As Zaventem Airport in Brussels, Belgium, partially reopens for limited flights today (April 3), American airline operator Delta has announced that all Brussels-bound flights from its flagship Atlanta terminal have been suspended, due to previous flight restrictions to the capital and "weakening demand" for flights following the terror attacks on 22 March.

Zaventem airport has been closed since the attacks took place, and there is currently no fixed reopening date or indication of when flights are due to resume. A total of 22 people were killed in the attacks, scores more were left critically injured.

Delta runs two services daily to Brussels, one from New York's John F Kennedy International airport and the other from Atlanta's Hartsfield-Jackson International Airport. In a statement posted on the air line's official website on 2 April, all Brussels-bound flights have been cancelled in the wake of the city's terror attacks, with a decrease in passengers boarding flights on the service, which runs daily from Zaventem.

"Delta remains committed to the Belgium market and will resume service between New York's JFK and Brussels once the airport provides clearance for international operations" reads the official statement on the Delta Airways website.

"Customers affected by the schedule change will be re-accommodated on alternative Delta services or flights operated by joint venture partners Air France and KLM."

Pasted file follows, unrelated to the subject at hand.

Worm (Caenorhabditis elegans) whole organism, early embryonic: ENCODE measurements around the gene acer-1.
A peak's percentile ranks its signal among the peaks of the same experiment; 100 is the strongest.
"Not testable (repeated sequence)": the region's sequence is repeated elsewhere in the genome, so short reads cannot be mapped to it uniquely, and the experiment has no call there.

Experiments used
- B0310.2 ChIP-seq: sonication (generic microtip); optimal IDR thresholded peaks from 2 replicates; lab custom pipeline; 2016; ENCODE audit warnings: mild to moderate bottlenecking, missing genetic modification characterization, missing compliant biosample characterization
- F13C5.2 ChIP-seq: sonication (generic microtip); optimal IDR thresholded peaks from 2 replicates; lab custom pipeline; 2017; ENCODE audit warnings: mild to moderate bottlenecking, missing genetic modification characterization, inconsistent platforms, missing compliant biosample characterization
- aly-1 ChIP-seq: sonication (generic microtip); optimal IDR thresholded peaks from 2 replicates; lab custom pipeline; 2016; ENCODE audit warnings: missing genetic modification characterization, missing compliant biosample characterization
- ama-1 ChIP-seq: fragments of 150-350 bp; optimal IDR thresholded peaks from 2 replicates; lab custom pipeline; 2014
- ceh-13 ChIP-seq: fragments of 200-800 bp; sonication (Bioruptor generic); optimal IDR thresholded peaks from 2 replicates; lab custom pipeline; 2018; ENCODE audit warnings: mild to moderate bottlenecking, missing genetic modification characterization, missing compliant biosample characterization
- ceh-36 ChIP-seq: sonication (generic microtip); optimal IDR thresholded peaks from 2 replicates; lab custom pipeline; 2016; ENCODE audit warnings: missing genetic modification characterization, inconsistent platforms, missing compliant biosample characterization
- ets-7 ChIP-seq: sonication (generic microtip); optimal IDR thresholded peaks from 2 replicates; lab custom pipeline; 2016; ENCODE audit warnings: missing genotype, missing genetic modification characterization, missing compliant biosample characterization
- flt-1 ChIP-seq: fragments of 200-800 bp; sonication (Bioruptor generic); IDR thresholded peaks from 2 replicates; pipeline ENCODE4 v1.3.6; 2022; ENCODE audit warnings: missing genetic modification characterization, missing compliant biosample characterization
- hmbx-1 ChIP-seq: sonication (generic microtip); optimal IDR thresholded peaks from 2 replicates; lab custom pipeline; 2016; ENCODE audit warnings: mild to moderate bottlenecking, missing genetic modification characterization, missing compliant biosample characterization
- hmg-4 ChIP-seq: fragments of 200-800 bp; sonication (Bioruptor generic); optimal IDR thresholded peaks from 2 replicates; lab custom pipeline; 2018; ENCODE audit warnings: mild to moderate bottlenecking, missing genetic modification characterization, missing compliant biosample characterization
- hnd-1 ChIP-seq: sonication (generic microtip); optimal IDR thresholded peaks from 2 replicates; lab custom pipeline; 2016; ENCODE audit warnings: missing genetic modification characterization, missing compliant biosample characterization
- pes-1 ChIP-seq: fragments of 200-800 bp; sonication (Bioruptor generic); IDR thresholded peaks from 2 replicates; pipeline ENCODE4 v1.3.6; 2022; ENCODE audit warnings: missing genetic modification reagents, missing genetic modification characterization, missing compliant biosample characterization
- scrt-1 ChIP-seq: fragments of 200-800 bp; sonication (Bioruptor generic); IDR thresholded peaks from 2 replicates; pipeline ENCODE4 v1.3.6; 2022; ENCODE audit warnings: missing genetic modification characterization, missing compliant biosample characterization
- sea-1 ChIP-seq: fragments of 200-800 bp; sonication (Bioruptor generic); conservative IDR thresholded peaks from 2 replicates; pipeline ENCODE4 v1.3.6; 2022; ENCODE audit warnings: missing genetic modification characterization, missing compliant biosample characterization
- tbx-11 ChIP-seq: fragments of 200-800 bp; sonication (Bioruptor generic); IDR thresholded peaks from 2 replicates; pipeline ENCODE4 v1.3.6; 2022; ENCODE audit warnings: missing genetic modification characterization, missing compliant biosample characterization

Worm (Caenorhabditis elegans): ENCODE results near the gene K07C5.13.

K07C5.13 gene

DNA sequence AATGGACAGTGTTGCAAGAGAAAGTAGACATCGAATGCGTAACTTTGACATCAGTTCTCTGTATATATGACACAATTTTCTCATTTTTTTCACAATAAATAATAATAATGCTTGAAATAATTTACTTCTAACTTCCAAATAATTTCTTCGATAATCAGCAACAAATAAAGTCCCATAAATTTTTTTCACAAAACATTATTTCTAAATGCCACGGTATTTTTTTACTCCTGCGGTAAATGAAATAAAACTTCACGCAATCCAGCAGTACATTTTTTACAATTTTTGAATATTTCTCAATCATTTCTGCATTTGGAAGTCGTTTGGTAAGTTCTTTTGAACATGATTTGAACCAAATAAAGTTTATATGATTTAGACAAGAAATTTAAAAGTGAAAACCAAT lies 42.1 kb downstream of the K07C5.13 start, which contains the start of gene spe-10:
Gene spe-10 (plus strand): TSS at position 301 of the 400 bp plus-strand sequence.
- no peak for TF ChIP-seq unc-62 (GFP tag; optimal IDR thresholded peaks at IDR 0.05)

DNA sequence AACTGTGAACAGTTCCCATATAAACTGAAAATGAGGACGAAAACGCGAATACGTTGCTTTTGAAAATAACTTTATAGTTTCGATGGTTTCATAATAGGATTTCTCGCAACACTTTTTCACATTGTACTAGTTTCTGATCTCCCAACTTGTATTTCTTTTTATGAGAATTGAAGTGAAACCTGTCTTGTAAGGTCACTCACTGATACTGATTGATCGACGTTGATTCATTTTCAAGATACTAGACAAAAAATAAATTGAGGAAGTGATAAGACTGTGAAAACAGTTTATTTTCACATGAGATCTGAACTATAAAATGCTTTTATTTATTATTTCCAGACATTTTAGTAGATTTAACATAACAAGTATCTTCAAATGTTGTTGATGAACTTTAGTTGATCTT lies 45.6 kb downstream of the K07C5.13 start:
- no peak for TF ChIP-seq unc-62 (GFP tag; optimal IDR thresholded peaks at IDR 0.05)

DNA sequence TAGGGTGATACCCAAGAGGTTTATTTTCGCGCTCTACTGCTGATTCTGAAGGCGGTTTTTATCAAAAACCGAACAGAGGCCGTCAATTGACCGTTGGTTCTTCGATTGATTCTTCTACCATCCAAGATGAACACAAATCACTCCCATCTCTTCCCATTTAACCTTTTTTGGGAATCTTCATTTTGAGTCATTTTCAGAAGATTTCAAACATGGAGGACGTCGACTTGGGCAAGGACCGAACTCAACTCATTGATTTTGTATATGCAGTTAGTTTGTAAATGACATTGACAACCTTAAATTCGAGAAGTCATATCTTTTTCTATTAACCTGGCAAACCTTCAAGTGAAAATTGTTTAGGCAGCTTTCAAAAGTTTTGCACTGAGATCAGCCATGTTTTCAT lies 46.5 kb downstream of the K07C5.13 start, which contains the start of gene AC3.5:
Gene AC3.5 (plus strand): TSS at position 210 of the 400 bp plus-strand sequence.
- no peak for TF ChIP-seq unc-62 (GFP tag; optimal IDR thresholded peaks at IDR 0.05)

It appeared that a limited flight schedule could resume on Sunday – less than two weeks after the attacks took place – but airport officials have already warned it could be "months" until full capacity is restored at the airport.

Three passenger flights will be scheduled for Sunday, airport CEO Arnaud Feist said during a joint news conference with security officials.

"The temporary arrangements won't be able to offer the level of comfort travellers are used to at Brussels Airport," Feist said. "Our main challenge is to rapidly return to normal capacity. We hope to have maximum capacity available at the start of the summer holidays, at the beginning of July."

Sunday's scheduled Belgium Airlines flights are to Faro, Portugal; Turin, Italy; and Athens, Greece. Brussels Airlines, the top carrier in Belgium, estimated the disruption has cost the company €5m ($5.7 million) a day.